China’s 5% target confirmed in the Two Sessions, but how to get there?

china WTOThe Chinese economy

Alicia García Herrero (Natixis)| Not surprisingly, the Chinese government has set a high growth target of 5% for 2024, mirroring last year’s. The move is consistent with the market expectation, but achieving the goal is not without challenges, at least when using the early indicators for the first quarter, especially PMI numbers.
China’s official manufacturing and non-manufacturing PMIs stood at 49.1 and 50.8 on average, respectively, over the past three months (from December 2023 to February 2024), leading to a composite PMI of 50.7 during the period. Apart from the three episodes of Covid-19 shocks, this is the lowest composite PMI since 2018, raising questions about China’s GDP for 2024, at least for the first quarter.
Because PMI is a survey of purchasing managers and comparisons may be inaccurate under different economic environments, especially with the impact of Covid shocks, we turn to the third and fourth quarter data of the previous year for further insight. Although the PMIs for the previous two periods were higher, their seasonally adjusted GDP quarter on quarter growth rates were only 1.5% and 1%, respectively. Now with the composite PMI being even lower than that of the fourth quarter 2023, it is likely that China’s first quarter GDP growth will be closer to 1% than 1.5% in 2024. This corresponds to a growth rate of 4.2% year-on-year.
To meet the 5% growth target, the average GDP quarter on quarter growth rates for the rest of the year will need to be 1.3%, requiring a significant lift which will need to arrive without a relevant stimulus, as per our reading of the Work Report published today about China’s Two Sessions.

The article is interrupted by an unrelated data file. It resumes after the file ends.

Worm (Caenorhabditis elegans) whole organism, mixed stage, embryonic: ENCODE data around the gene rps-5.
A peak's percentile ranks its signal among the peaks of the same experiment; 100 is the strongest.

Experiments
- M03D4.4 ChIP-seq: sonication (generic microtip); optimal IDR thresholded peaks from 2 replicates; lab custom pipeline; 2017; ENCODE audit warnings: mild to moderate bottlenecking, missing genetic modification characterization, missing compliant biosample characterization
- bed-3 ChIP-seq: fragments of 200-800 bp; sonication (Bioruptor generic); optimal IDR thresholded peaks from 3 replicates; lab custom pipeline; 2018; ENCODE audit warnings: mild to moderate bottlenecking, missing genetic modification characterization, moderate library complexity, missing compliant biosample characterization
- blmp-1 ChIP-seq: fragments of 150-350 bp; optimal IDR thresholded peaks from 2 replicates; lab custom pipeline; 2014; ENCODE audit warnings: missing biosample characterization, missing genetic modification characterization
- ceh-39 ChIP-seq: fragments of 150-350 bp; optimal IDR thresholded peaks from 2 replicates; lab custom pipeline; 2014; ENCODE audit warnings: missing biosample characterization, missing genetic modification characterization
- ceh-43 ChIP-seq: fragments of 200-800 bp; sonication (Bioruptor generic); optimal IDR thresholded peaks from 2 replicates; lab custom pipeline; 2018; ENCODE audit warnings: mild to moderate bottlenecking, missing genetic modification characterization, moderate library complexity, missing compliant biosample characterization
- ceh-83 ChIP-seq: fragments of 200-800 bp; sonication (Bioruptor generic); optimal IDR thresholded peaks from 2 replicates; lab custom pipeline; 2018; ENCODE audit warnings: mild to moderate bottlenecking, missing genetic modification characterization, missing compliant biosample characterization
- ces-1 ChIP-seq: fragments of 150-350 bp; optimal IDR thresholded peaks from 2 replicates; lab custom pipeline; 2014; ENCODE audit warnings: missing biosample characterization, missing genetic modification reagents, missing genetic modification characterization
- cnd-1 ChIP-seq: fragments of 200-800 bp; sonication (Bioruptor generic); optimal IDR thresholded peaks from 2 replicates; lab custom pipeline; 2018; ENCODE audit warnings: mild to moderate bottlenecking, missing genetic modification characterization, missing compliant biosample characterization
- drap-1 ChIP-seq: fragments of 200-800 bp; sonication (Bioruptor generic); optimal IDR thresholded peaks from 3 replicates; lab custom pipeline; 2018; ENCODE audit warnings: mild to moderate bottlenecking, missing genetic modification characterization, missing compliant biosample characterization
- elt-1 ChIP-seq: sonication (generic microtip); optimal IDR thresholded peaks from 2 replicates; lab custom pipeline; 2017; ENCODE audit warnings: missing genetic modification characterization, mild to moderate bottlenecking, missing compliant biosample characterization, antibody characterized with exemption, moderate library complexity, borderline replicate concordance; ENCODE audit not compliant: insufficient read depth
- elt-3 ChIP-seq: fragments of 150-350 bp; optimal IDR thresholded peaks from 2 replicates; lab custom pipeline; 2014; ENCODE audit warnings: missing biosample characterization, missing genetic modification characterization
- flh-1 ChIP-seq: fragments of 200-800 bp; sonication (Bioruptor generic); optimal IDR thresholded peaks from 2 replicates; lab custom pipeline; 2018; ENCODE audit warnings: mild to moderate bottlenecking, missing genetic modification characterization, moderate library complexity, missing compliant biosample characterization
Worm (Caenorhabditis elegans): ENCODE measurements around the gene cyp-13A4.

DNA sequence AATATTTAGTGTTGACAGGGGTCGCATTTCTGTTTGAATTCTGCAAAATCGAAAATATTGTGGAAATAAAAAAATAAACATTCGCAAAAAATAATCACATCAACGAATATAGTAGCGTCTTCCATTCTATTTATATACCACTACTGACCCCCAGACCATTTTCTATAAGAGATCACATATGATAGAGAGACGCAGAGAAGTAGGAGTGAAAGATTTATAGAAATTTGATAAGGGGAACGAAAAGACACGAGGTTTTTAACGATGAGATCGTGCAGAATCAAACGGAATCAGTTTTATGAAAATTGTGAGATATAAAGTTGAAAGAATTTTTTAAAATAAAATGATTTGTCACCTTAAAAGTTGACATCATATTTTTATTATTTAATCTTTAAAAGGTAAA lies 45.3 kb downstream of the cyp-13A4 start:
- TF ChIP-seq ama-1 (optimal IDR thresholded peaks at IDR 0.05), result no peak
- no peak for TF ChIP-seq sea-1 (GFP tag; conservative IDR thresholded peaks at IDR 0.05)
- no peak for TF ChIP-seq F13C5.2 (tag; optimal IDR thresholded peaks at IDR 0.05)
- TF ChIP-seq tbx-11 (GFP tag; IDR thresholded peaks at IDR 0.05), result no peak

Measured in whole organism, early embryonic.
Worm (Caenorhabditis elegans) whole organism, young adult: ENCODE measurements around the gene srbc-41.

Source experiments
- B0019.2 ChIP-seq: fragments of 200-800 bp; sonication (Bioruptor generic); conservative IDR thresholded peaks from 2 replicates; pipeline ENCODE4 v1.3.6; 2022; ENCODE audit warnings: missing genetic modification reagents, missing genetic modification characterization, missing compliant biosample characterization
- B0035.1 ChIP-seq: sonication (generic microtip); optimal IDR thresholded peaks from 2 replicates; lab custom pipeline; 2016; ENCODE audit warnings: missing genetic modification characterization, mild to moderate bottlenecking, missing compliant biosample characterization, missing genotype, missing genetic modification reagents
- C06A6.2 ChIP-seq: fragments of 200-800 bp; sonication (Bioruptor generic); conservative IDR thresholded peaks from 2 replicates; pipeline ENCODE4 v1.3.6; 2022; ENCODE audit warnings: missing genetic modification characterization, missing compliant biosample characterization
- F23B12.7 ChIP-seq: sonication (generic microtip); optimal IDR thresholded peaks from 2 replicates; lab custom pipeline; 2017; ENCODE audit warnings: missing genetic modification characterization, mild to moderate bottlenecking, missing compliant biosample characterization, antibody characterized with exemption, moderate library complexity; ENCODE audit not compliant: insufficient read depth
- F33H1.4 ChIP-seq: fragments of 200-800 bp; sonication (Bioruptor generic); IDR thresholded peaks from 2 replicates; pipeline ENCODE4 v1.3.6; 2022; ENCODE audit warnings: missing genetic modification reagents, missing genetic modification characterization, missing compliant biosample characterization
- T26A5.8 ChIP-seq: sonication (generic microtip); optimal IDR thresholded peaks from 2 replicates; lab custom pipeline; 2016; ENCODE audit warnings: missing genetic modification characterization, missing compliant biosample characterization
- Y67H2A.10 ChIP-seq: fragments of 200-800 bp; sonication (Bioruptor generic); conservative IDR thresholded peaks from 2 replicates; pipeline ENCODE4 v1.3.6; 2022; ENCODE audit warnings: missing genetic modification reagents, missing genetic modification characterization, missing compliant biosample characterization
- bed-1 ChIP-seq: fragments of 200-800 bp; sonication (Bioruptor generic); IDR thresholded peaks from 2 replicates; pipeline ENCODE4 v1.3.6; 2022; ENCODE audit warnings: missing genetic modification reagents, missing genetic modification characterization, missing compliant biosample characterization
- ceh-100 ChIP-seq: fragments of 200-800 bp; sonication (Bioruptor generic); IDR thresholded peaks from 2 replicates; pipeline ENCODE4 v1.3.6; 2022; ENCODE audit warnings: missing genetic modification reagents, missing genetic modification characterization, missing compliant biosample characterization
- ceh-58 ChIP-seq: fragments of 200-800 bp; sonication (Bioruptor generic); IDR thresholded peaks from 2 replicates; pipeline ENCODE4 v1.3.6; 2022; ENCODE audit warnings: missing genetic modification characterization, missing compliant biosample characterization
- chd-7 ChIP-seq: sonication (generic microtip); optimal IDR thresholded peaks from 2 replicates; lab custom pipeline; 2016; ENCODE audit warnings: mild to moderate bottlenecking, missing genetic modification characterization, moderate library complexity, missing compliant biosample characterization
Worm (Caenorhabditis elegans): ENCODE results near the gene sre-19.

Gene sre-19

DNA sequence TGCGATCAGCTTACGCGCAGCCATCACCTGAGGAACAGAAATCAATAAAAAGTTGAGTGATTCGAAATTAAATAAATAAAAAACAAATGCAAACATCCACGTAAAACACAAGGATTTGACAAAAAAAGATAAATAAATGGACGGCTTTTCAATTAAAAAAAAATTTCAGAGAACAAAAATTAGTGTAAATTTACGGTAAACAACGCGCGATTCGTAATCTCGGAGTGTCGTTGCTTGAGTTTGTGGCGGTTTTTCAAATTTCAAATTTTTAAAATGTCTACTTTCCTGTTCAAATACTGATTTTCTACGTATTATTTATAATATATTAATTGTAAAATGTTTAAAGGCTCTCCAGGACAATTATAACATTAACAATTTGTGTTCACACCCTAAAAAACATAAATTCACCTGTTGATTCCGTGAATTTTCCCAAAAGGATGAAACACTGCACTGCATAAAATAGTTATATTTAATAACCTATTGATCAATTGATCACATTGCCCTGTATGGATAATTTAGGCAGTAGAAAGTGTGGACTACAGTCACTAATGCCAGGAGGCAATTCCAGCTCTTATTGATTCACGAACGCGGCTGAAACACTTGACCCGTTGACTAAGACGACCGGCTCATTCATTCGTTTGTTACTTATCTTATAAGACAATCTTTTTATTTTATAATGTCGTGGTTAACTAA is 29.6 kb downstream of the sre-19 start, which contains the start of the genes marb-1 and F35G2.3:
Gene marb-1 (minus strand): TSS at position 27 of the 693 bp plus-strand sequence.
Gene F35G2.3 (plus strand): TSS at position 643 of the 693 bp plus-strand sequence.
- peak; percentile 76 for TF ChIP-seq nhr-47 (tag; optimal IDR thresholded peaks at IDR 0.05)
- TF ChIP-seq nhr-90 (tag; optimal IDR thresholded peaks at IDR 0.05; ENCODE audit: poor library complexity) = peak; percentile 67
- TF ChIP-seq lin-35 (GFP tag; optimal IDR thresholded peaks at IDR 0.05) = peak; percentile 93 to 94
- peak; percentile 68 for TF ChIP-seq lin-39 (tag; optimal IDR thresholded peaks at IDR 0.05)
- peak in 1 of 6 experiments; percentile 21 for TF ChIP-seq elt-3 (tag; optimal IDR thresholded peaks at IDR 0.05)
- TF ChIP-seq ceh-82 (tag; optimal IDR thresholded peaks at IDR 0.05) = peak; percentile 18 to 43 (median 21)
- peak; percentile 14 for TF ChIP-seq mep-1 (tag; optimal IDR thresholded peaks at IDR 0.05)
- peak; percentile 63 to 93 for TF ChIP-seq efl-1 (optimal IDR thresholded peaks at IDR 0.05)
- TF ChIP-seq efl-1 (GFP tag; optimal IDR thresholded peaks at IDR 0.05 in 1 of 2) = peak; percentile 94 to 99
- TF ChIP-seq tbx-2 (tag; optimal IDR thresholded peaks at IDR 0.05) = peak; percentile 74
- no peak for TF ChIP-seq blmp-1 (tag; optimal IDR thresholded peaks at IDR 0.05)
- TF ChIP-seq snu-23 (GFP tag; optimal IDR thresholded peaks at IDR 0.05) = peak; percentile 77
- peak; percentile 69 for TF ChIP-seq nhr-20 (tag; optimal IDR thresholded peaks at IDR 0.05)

China’s budget deficit has been lowered to 3% for 2024 from 3.8% in 2023. Given that the forecasted GDP growth rate is the same, this equates to a fiscal contraction in terms of GDP. Still, the local government special bond issuance was increased to RMB 3.9 trillion from RMB 3.8 trillion, but this equates to a very small growth rate of 2.6%. The issuance of the 1 trillion ultra-long special central government bonds, alongside the fiscal carryover from the previous year, may provide more than 1 percentage point increase. However, even with this, the overall magnitude, after accounting for budget deficit contraction, it still falls short of market expectation. The prudent fiscal policy stance is understandable given the debt burden on China’s local governments and the persistently weak land sales by local governments, but one would only expect limited impact on GDP growth.

Second, monetary policy easing has not been fully highlighted in the Work Report although there is mention of flexibility and ample liquidity. This is already evident in the central bank’s earlier announcement to cut the 5-year LPR, but a larger reduction is necessary given our estimate of the gap with the neutral interest rate and the lagged effect of monetary policy on the real economy (Chart 2). Still, cutting rates aggressively can have negative unintended consequences on banks’ profitability as well as downward pressure on the RMB at a time where capital outflows are evident.
It is too early to tell whether China will meet its GDP growth target in 2024, but it is clear that the stimulus measures outlined in the Work Report may not be sufficient to make reaching this target a straightforward endeavor.

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The Corner
The Corner has a team of on-the-ground reporters in capital cities ranging from New York to Beijing. Their stories are edited by the teams at the Spanish magazine Consejeros (for members of companies’ boards of directors) and at the stock market news site Consenso Del Mercado (market consensus). They have worked in economics and communication for over 25 years.